JEFFERSON, Thomas, President. Autograph letter signed (''Th: Jefferson'') to Ferdinand R. Hassler, Monticello, 25 December 1819. 1 full page, 4to, trace of mounting on right margin of verso, tiny marginal repair, otherwise in very fine condition.
JEFFERSON, Thomas, President. Autograph letter signed ("Th: Jefferson") to Ferdinand R. Hassler, Monticello, 25 December 1819. 1 full page, 4to, trace of mounting on right margin of verso, tiny marginal repair, otherwise in very fine condition.
THE SLOW PACE OF CONSTRUCTION OF THE UNIVERSITY: "OUR BUILDINGS ARE AS YET NOT HALF COMPLETED, AND IT DEPENDS ON OUR LEGISLATURE..."
An excellent letter to the Swiss-born geodesist and topographer Ferdinand Rudolph Hassler (1770-1843). With Jefferson's support, a coastal survey of the United States had been launched in 1807, but suspended until 1816, when Hassler brought the necessary instruments from Europe. In 1819 the survey was again suspended and Hassler left unemployed; he offered himself as an instructor to the newly formed University of Virginia. Here, the former President thanks Hassler for "tendering us the benefit of your acknoleged [sic] talents for the Mathematical professorship in the University we are establishing...I regret that our unforwardness puts it out of my power to give you an answer..." He adds: "Our buildings are as yet not half compleated [sic], and it depends on our legislature, now in session whether we shall be able to finish them in 1. or 2. years more, or must be contented, with inadequate funds, to proceed at a snail's pace...but until they are compleated our funds must be all devoted to that object."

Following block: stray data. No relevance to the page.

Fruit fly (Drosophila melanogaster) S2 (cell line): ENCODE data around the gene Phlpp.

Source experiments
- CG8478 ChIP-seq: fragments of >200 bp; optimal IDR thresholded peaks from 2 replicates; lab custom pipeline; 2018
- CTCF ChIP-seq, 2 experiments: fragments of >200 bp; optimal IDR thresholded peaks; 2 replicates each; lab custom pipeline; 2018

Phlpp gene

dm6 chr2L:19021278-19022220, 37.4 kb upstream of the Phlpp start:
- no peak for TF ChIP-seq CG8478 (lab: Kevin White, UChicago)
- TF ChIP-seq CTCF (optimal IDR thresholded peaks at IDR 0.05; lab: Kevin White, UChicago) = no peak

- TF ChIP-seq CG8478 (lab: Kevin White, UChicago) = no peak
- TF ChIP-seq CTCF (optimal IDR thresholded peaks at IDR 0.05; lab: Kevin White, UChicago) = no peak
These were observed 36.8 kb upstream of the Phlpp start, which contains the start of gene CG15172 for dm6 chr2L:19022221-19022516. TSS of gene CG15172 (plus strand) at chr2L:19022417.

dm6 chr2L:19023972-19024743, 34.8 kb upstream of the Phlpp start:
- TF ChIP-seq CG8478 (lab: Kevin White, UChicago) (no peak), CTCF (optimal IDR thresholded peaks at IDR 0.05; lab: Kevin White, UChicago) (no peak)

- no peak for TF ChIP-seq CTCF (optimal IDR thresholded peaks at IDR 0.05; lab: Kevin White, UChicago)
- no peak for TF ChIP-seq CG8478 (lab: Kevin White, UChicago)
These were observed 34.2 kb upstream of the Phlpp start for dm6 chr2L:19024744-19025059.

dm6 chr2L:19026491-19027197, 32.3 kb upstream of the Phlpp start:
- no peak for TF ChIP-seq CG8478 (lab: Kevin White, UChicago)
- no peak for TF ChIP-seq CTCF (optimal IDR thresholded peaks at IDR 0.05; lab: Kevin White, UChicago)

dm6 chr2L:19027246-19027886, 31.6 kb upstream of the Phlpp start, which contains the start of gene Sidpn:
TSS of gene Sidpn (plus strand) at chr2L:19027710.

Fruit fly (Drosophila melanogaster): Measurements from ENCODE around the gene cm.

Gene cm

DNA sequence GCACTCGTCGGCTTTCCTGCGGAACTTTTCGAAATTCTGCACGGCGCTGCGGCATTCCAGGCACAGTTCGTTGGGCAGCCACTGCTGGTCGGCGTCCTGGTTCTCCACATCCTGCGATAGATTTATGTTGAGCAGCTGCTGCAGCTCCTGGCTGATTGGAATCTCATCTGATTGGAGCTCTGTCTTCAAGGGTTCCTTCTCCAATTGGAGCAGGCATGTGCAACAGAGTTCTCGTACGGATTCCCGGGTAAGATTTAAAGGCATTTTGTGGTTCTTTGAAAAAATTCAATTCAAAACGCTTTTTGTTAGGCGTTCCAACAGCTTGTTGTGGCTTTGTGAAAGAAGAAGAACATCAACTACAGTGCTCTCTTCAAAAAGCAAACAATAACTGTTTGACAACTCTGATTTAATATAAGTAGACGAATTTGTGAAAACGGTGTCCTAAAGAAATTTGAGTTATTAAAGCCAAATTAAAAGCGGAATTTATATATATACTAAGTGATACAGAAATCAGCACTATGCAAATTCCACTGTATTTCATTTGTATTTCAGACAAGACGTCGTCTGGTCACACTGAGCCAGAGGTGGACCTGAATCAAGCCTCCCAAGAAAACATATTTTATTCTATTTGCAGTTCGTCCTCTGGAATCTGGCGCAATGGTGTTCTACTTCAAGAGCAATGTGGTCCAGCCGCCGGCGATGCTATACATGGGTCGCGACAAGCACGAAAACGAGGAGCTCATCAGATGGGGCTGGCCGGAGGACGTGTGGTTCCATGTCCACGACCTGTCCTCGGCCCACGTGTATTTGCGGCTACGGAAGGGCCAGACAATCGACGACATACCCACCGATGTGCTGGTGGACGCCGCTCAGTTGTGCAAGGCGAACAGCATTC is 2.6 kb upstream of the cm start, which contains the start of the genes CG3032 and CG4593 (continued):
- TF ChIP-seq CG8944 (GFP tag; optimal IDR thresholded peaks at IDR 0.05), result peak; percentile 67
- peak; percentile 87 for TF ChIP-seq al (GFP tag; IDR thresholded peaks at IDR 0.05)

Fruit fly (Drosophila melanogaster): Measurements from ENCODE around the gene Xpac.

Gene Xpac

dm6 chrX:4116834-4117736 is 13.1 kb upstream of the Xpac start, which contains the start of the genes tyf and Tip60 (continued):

Hassler had journeyed to London in 1811 to procure the necessary instruments for the U.S. Coastal Survey. In light of the survey's suspension, Jefferson writes: "Dr. Patterson was so kind as to send me sometime ago a list of Mathematical and Astronomical instruments procured by you in London for the U.S. for the purpose of their survey of the coast. As this object seems to be relinquished, they might possibly be willing to cede these instruments at a reasonable price for our University. Will you be so good as to inform me whether they remain uninjured, and what was the amount of their original cost, in the shop?" In conclusion, he notes that Hassler had been "instrumental" in finding an excellent watchmaker for "our neighboring town": "Mr Leschot is perfect in that art, is a most correct and excellent citizen, and I am glad to be able to assure you he is doing as well as himself wishes." He adds that: "I am confident that a silversmith of equal worth would fine full employment in the same place..."
Hassler's career "is interesting...as an instance of the transfer of scientific skills across the Atlantic and for the study of attitudes toward science in the early United States." (Dictionary of Scientific Biography, 6:165) The survey commissioned by the Jefferson administration was interrupted several times. Unable to secure a post at the University of Virginia, Hassler spent the next ten years farming and teaching (at West Point and Union College). Finally, in 1832 the survey was revived under Hassler's energetic direction, but during field work in 1843 he became ill and died. Hassler's work was of the highest scientific standards and the extension of the survey of the coast follows his plan; his field work was of such high precision that it still forms part of the coast survey.